“Bloodbound,” now onstage at the Highways Performance Space in Santa Monica, is the world premiere of a new Michael Kearns play, and as such it should be an exciting prospect for anyone who has followed the career of this Los Angeles legend.
Kearns has made his reputation – as an actor, an activist, and a behind-the-scenes force in theatre – by pushing boundaries, both public and private. That has meant nudity (there’s none here, for the record) and sexual content, of course, but it’s always been his desire to delve into uncomfortable subject matter that has raised his work above the level of mere titillation; he has made the effort to address the kind of issues that scare most people off – most ferociously the subject of AIDS at a time when it was only discussed in whispers, if at all, within mainstream culture – in the hope of breaking down barriers, taboos, and stigma. He has always delighted in going where no one else has yet dared, or at least going one step further, and as a result his material has always been edgy and provocative.
In 2018, however, audiences are a bit harder to shock. Even in the dangerously regressive social atmosphere that has manifested itself since the election of our current president emboldened the voices of prurience and bigotry, there are very few taboo discussions left to have.
Though that may not be the reason, Kearns has chosen to turn his spotlight inward with “Bloodbound,” and it works to his advantage.
Delving deep into his own life – both past and present – Kearns has constructed a free-form narrative in which he pokes and prods the demons that lurk within his memory and have, presumably, been poking and prodding at him all along. The play is a thinly-veiled autobiographical piece in which an actor-turned-playwright (getting older, openly gay, veteran of everything from soap operas to guest-shots on “The Fall Guy” to porn) has decided to lay bare the deepest secret of his past. Before doing so, however, he must first secure permission from the man who shares that secret – his straight big brother, currently serving a long term in prison for the violent barroom murder of a former childhood friend. The brother, of course, has secrets of his own; through re-enactments of past scenes from their lives, both together and apart, the two men slowly unravel the complex web of influence that has been woven around them by a shared transgression from many decades before.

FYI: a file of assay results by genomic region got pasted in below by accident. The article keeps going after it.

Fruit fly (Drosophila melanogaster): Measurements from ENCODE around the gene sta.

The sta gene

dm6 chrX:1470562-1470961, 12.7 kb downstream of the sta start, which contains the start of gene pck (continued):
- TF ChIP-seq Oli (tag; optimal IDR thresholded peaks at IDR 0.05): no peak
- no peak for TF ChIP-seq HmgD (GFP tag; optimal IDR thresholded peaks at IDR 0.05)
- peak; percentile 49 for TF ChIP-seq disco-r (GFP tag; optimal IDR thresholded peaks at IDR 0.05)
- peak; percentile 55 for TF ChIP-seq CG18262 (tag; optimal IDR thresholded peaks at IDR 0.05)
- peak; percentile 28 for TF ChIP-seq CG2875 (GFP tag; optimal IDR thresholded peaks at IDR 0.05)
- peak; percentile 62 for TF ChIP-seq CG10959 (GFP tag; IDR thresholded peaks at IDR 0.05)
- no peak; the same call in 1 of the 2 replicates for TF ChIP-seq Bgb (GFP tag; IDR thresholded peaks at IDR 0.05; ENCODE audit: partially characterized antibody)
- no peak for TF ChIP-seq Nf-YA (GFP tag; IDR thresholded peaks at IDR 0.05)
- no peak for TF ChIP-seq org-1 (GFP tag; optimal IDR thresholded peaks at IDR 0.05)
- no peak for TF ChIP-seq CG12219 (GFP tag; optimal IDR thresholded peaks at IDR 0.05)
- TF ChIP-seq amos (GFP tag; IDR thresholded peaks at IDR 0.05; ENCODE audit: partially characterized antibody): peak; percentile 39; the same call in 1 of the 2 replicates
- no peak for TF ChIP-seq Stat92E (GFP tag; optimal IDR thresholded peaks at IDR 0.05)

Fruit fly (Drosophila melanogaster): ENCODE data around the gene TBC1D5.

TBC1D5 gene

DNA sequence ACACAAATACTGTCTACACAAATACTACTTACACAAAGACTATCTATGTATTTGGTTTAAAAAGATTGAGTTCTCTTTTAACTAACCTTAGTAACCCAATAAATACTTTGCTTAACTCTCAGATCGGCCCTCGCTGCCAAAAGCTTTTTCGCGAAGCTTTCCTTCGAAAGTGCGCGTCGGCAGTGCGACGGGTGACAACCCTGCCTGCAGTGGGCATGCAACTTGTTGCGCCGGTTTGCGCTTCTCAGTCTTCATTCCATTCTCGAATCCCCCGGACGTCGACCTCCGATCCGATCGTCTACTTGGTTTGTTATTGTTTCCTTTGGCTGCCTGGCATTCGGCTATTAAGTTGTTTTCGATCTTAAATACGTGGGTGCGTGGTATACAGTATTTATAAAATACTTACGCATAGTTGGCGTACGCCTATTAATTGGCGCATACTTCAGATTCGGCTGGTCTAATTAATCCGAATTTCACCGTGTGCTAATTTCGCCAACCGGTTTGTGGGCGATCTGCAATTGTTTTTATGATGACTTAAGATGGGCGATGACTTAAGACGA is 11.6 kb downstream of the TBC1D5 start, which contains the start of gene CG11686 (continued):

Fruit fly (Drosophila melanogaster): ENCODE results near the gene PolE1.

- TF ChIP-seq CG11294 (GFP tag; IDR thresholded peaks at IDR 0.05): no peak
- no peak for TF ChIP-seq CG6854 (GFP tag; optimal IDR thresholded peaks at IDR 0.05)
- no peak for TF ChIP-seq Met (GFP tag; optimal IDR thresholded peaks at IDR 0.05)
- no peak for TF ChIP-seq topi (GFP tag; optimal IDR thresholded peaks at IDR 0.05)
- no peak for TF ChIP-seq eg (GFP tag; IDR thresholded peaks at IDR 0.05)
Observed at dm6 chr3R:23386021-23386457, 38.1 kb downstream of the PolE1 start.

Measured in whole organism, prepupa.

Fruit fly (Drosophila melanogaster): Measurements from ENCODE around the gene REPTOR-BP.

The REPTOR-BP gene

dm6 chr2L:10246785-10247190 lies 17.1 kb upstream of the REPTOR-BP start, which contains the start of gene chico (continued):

Before getting to the big reveal, Kearns divulges a host of other secrets, too. “Bloodbound” is more of a confession than an autobiography, a litany of sins acknowledged and released (if not quite repented) by an author deconstructing his own life for public observation. It’s this quality of candid self-exposure that brings power to the play, far more than the nature of its content. Illicit drugs, rampant sexual misconduct, externalized and internalized homophobia, unthinkable acts of violence – we’ve heard it all so many times that we scarcely raise an eyebrow upon hearing it again; but Kearns explores these things within a narrative that is essentially a heartfelt unbosoming, so that we hear them in a different way. He makes us into confidants, not spectators, and makes the experience into something that feels almost sacred instead of merely sensationalistic.
Structurally, Kearns’ piece is almost post-modern in its approach, a collage evoking theatrical styles that range from the gothic introspection of Tennessee Williams to the absurdist surrealism of Samuel Beckett to the bleak neo-naturalism of Sam Shepard. Framed by a conceit in which the playwright character (his name is Vincent) conjures scenes from past and present, it follows no linear storyline, but rather moves back and forth through time in a pattern that ultimately leads to the climactic revelation which ties the brothers’ individual life stories inexorably together. Shot through with melancholy, but peppered with dark, self-referential humor, it aims to entertain even as it makes us uneasy before releasing us – along with its characters – with its final act of confession.